Egypt is heading to the polls in its first parliamentary elections in three years.
The country has been without a parliament since June 2012 when the democratically-elected main chamber was dissolved.
It was dominated by the now-banned Muslim Brotherhood, led by Mohamed Mursi.
The road to democracy
The vote is the third and final stage of Egypt’s road to democracy: the first being the adoption of a new constitution; and the second the 2014 election of former army chief Abdel Fattah el-Sisi to the presidency.
He has urged people to cast their ballot.
“I call on all Egyptians to go out to the polling stations and stand up again strongly to implement our right (to vote), which we have agreed on,” he said.
“I invite you all, men and women, young and elderly, farmers and workers from all over the country. Please gather for the sake of the country and celebrate by choosing your representatives. And choose them well,” he added.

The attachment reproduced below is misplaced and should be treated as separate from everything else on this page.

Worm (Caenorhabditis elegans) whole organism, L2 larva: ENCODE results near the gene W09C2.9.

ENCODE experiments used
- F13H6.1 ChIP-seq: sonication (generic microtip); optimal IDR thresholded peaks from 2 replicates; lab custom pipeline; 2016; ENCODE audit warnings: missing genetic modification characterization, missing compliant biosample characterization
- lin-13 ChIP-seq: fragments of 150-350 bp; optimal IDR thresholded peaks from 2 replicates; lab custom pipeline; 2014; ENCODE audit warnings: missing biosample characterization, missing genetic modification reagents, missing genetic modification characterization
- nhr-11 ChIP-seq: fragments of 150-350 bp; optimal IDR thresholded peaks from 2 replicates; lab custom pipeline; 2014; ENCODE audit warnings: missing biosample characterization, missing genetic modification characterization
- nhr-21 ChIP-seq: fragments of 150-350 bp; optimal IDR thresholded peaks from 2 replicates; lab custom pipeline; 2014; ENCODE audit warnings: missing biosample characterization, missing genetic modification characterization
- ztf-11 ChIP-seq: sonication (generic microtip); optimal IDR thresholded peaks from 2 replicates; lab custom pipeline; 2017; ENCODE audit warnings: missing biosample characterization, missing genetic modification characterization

Egyptians living abroad began casting their ballots on October 17, a day earlier than those in Egypt.
Afifa Ahmed Mohammed voted from Dubai.
“I want stability, growth and success in my country,” she said. “They are the most important things. Egypt has suffered a lot, but it deserves the best.”
A second round of voting will take place in November, 2015, with results expected by December.
Polls suggest a coalition of parties loyal to the president will win.
The vote was originally due to begin in March, 2015, then postponed when part of the election law was ruled unconstitutional.